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BRINGING NEW ENERGY TO ANA SARSEN TO PUSH ON LEGISLATIVE, NEW TECHNOLOGY, MINORITY FRONTS

By Published on .

John Sarsen says he wants to shake up the Association of National Advertisers.

"We want to eliminate the old stodgy things about ANA and revitalize it, re-energize it," the group's new president said in his first press interview.

Mr. Sarsen, a longtime marketing executive in the package-goods and financial services industries, was running his own consultancy when recruited as ANA president earlier this year (AA, April 18).

Though the ANA has received good marks as a watchdog on legislative issues-particularly proposed ad taxes and the assault on advertising deductibility-the group has also been perceived unenthusiastically as an older, insider organization, even by members.

And membership has slipped, partly because of consolidation among many of its founding consumer-goods members.

Issues such as the advent of interactive media, the single focus of last month's ANA conference, "should cause companies to want to be part of ANA," Mr. Sarsen said.

He said his challenge is figuring out what the ANA needs to do, and reorganizing to fit those needs. The president said he hasn't fully assembled his new ANA staff, after the departures of a handful of staffers during the summer. Mr. Sarsen has hired one new senior VP, Robin Webster, but said he's assessing how current staffers' time should be allocated.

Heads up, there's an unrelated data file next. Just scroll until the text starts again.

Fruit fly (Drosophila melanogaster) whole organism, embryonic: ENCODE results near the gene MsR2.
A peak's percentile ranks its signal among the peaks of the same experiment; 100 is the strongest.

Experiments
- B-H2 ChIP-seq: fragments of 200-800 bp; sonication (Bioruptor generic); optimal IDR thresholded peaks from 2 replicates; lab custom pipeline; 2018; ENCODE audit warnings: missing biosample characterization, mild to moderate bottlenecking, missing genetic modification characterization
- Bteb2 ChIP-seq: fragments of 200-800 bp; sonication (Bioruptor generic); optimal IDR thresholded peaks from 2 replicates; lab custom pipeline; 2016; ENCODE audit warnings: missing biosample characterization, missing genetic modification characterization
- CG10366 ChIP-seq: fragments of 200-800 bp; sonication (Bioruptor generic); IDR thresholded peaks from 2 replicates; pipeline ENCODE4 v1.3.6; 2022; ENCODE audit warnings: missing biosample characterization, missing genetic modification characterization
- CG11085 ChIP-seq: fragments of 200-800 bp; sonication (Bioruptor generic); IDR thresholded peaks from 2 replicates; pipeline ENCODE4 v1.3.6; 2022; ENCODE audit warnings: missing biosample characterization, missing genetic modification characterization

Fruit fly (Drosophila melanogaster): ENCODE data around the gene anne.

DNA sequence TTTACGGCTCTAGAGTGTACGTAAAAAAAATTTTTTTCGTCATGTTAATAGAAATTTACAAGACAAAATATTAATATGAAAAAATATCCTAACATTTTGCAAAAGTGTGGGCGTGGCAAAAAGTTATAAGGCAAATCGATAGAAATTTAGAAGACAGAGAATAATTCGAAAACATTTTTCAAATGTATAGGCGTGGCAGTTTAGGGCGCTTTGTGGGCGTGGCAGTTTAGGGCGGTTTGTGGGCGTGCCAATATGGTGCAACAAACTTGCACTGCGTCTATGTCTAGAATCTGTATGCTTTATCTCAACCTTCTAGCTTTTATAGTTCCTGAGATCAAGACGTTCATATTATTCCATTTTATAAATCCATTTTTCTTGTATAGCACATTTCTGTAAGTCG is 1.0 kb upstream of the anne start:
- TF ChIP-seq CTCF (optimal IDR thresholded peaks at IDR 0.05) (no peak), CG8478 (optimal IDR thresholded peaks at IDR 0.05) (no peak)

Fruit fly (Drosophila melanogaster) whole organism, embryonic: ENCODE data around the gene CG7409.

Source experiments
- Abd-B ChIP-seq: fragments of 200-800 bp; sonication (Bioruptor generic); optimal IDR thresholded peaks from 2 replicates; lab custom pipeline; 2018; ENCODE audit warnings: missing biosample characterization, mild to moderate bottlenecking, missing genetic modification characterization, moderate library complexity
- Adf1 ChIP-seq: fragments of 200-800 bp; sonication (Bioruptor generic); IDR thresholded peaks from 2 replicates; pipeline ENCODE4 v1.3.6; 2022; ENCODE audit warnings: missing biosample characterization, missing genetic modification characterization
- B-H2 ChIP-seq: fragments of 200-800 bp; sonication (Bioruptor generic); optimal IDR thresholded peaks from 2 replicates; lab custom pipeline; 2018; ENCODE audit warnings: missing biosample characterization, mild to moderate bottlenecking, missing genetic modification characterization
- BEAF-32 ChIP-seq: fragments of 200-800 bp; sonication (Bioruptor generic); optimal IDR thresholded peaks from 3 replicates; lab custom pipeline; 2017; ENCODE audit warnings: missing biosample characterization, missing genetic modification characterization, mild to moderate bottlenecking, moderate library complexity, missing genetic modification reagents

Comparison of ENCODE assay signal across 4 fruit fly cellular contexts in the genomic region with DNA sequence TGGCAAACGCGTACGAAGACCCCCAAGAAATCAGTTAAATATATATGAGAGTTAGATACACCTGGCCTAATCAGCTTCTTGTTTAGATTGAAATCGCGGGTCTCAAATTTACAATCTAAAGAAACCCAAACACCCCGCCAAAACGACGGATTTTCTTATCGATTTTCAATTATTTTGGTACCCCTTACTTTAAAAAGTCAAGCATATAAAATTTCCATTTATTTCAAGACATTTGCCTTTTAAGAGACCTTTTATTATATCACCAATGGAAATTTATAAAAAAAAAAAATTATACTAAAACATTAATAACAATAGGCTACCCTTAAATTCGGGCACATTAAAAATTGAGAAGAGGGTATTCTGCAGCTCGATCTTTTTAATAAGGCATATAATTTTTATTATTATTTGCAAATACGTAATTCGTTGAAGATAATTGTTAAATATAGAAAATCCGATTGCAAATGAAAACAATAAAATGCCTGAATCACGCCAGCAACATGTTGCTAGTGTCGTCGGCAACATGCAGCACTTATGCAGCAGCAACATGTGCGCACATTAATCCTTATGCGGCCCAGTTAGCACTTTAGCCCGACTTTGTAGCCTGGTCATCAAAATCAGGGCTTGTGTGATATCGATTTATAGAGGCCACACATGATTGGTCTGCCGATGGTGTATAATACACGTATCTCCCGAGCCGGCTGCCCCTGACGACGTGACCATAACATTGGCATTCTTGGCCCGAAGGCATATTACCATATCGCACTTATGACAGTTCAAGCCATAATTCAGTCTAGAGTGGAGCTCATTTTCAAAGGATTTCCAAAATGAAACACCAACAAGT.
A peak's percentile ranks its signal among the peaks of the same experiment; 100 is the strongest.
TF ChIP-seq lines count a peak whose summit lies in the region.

Mr. Sarsen said the ANA, though still in the process of determining what the collective members' needs are, has already targeted three key items: continuing leadership in legislative/regulatory issues in Washington; education in new technologies; and encouraging and spearheading all-industry involvement in key issues such as minority hiring.

The ANA began its annual conference last month with a day of member workshops designed to glean ideas for reconfiguring the association.

"The conference really was a signal of change," Mr. Sarsen said. Rather than trotting out the same speeches on the importance of building brand equity, the ANA chose to focus this year's program exclusively on the impact of new technologies-a decision that wasn't necessarily a hit among all the attendees but definitely a change of pace.

The ANA picked up the cue from Procter & Gamble Co. Chairman Ed Artzt in forming the Coalition for Advertiser-Supported Information & Entertainment, to monitor legislation and support the role of advertising in all media-and in calling for an industry meeting to discuss the impact of new technologies. Invited to the January conference are the American Association of Advertising Agencies and the American Advertising Federation.

Mr. Sarsen pointed to that as an example of how the ANA would like to move faster: "We could have still been floundering around on that issue, but our new mandate is to be pro-active rather than reactive."

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